With all the hubbub surrounding the recent election, and the strong feelings for and against the outcome, no doubt you saw the dozens of pre-holiday media articles giving advice on how to make it through Thanksgiving family table time without erupting into divisive political chaos. Sadly, these articles seem to bear witness to the breakdown of the ability of families to engage in simple civil discourse. When we can’t even talk turkey with Uncle Larry over what constitutes good governance without coming to blows, and have to steer conversation only to the weather, or the latest Kardashian saga, the real problem probably isn’t Donald or Hillary.
On a brighter note, however, the current political climate may make talking about religion seem positively benign, by comparison. This is particularly true at Christmastime. Most normal people I know are no more offended by being greeted with “Merry Christmas,” even if they’re not a Christian, than I am in wishing “Happy Anniversary” to someone other than my wife. In fact, the ideas of Christmas—light in the darkness, joy to the world, peace on earth, and care for my fellow man- are aspirational for all but the deeply disturbed, even if we differ on how that can be achieved.
Which is why, if you’re a believer, Christmas is a great time to engage others in dialogue about Christ. As Tim Keller says in his wonderful book, Hidden Christmas, “Every year our increasingly secular Western society becomes more unaware of its own historical roots, many of which are fundamentals of the Christian faith. Yet once a year at Christmas these basic truths become a bit more accessible to an enormous audience…the essentials of the faith become visible.” Through carols, giving generously, Christmas lights, and other trappings, believers have more opportunities than ever to talk about what these things really mean, how they signal hope for us, and for the world.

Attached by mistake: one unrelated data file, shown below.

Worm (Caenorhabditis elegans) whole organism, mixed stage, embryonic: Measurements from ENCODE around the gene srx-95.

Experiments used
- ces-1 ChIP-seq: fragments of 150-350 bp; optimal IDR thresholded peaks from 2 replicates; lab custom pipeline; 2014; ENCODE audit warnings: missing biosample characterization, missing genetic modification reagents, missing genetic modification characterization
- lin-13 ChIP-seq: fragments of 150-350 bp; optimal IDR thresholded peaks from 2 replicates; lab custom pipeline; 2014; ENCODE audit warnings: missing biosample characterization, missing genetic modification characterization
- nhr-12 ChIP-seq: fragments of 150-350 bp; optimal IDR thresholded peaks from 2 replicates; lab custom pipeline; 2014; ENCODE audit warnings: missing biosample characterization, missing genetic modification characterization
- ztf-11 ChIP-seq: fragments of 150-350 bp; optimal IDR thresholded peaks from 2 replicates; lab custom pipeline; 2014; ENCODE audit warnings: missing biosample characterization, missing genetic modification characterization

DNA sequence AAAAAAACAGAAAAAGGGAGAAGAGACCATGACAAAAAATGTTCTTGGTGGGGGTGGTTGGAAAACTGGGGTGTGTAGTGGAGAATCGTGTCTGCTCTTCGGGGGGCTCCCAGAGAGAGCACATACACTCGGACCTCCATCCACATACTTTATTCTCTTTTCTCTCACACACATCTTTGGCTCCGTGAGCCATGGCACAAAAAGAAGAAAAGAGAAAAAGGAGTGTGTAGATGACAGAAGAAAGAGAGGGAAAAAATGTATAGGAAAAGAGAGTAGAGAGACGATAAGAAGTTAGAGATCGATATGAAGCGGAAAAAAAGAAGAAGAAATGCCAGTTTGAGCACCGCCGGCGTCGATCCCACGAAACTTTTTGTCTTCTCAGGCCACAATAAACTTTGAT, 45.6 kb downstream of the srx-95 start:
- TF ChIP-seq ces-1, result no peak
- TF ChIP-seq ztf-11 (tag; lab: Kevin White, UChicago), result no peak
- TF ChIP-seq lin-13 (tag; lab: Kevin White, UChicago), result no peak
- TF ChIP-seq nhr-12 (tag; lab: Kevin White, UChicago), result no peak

If you’re a seeker and not a believer, or not seeking at all, it’s easy to write such conversations off as a sort of bothersome social faux pas, like belching or his and her matching Hawaiian shirts. However, another perspective to consider might be that of Penn Jillette, the magician and half the duo of Penn and Teller. Jillette does not profess belief in God, but admits no respect for those who do and don’t proselytize. From his perspective, to believe that one has the way of life and another does not, and yet to refuse to share that with the other out of fear of rejection or social awkwardness, is an act of indifference bordering on hatred. He likens it to knowing the other person is unwittingly about to be hit by a truck, and saying nothing. Putting it another way, consider for a moment that your friend or family member, rather than seeking to offend you, may actually love you enough that they’re willing to risk social awkwardness or rejection to engage you in conversation about something they believe could change your life dramatically for good, even if you believe they’re misguided.
Furthermore, what if there actually was someone, someone really powerful, maybe all powerful, who cared about you so much he felt you worth dying for? Wouldn’t it at least be worth talking with your friend or family member about whether this someone was even true or real? Maybe it’s time to revisit and explore these truth claims again, just to see?
With politics seemingly off limits in polite conversation for a while, you can only talk about the weather and the Kardashians for so long. Let’s pick a “safe” topic. Like Jesus.